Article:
CHICAGO, CLEVELAND (Reuters) - Jubilant Chicago Cubs fans spilled from sports bars, restaurants and viewing parties across the city to celebrate their beloved team’s first World Series triumph in 108 years on Wednesday.
The Cubs, long-known as Major League Baseball’s “Loveable Losers,” had endured one of professional sports’ longest streaks without a title and their fans suffered along with the team, enduring decades of disappointment.
But in the early hours of Thursday morning, not long after Chicago blew a late-game lead, Cubs third baseman Kris Bryant fielded a grounder that he fired to first for the final out in a stirring 8-7 extra-inning game.
“Unbelievable. We have been waiting a long time for this. Just to be around everyone to see this. This is perfect baseball,” Greg Kojak, 36, said as he watched a TV through a glass door at a restaurant near Wrigley.
Wrigleyville, the neighborhood around Wrigley Field, was party central as thousands of fans jumped and screamed in wild celebration when the last out was recorded. Fireworks lit up the sky as fans sprayed beer and Champagne as they joyfully cried.
“I can’t even explain how I feel right now. This is so epic. I’ve waited my whole life for this. This is the most amazing feeling in the world,” said Dina Mansaour, 33, sobbing on the street a few blocks from the stadium, where fans stood on cars and waved “W” victory flags.
The celebration was rowdy but peaceful as throngs of police officers lined the streets. Some officers high-fived fans and sang along to “Go Cubs Go,” with fans.
“I‘m so excited. I‘m so excited. My mom took me to my first Cubs game but she has passed on and this is for her. This game is for her,” said Fadiyla Mance, 25, as she waved a “W” flag.
In Cleveland, dejected fans - who have not seen their own team win a title since 1948 - were left wondering what went wrong.
“It was a game of ups and downs,” Indians fan Alayna Fodor-Gopal said. “And I‘m from Cleveland so there is always next year.”
Like the Boston Red Sox, who battled the so-called “Curse of the Bambino” after trading away legendary slugger Babe Ruth in 1920 to their arch rival New York Yankees, the Cubs have their own bad luck legend: the “Curse of the Billy Goat.”
In 1945, Billy Goat Tavern owner Billy Sianis was supposedly asked to leave Wrigley because the smell of his pet goat was disturbing other patrons. Sianis allegedly vowed the Cubs would not win any more, and the team had to wait until this year to finally return to the World Series.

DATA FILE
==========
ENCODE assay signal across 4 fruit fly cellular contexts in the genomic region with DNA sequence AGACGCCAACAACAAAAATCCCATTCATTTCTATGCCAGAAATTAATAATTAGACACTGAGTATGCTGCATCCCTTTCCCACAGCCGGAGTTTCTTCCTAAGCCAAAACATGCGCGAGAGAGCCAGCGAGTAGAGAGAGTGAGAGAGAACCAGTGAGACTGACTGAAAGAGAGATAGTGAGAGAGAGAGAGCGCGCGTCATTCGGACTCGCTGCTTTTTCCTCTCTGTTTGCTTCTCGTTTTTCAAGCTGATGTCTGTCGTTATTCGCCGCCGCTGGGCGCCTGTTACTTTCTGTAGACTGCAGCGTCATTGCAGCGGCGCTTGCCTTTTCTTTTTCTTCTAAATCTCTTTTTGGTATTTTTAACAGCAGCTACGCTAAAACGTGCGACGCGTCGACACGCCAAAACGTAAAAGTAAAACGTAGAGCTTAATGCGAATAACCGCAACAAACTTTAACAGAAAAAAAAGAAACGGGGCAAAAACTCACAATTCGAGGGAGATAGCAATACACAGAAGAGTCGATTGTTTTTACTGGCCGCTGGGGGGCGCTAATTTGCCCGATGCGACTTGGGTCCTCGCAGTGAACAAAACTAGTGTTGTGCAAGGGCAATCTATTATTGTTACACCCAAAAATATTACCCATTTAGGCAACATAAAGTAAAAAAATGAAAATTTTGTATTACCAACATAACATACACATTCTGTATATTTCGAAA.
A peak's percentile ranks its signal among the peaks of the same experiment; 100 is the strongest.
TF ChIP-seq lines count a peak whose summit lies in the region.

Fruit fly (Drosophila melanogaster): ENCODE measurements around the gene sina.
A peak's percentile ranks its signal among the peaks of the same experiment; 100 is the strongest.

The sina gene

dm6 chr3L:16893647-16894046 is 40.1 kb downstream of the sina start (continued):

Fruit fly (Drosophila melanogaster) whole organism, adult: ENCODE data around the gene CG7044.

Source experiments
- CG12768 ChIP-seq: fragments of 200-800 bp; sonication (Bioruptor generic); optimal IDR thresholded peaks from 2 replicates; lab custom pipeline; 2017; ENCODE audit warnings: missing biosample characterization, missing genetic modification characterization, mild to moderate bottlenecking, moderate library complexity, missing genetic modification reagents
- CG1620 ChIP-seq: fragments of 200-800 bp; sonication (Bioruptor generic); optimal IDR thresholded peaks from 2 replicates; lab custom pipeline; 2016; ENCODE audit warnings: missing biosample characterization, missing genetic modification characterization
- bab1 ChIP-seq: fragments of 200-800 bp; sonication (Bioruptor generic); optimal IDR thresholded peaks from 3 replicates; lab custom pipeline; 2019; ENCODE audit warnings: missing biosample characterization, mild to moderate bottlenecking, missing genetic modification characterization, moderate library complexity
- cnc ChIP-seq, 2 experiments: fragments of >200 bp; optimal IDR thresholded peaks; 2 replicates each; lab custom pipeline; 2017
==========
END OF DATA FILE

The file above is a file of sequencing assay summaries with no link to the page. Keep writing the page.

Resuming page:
“There’s no more curse now, the goat is history,” said Cubs fan Rodrigo Gonzales, 24, moments after the game ended.
The team’s diehard fans stuck with the team despite its failures. They watched, and waited, as Chicago’s other sports franchises racked up championships. Even the crosstown rival White Sox ended their own decades-long title drought in 2005.
“It happened: Cubs win World Series. That’s change even this South Sider can believe in. Want to come to the White House before I leave?,” tweeted President Barack Obama, a fan of the Chicago White Sox, who play on the city’s South Side.
The Indians’ loss leaves their fans having to wait another year to end the team’s World Series victory drought. Their team have not won a Major League Baseball title since 1948.
Other Cleveland teams also suffered long bouts of futility that saw them struggle as basement dwellers in the standings and made them easy targets for rival fans.
In June, led by Ohio native LeBron James, the NBA’s Cavaliers ended the city’s drought in major-league sports titles that dated back to 1964, when the Browns ruled the National Football League.
“There is a lot of renewed pride in the city and the success of the ball club goes along with that,” said Scott Longert, baseball historian and author.
Some 370 miles to the west, fans of the Cubs have endured a few close calls since 1945. In 1984, the Cubs were one win away from going to the World Series but then lost three straight games to the San Diego Padres.
Perhaps their most painful loss came 13 years ago, when Cubs fan Steve Bartman, with his team ahead 3-0 and five outs from a World Series berth, reached for and deflected a foul ball that a Chicago outfielder appeared ready to catch.
The Cubs went on to lose 8-3 and lost the series the next night. Bartman immediately became a symbol of the team’s cursed fortunes.
“It’s a dream come true,” said Denise Watford, 36, near Wrigley Field after her team’s historic victory.
Writing by Timothy Mclaughlin in Chicago and Brendan O'Brien in Milwaukee; Reporting by Nick Carey in Chicago and Kim Palmer in Cleveland; Editing by Frank Pingue, Larry King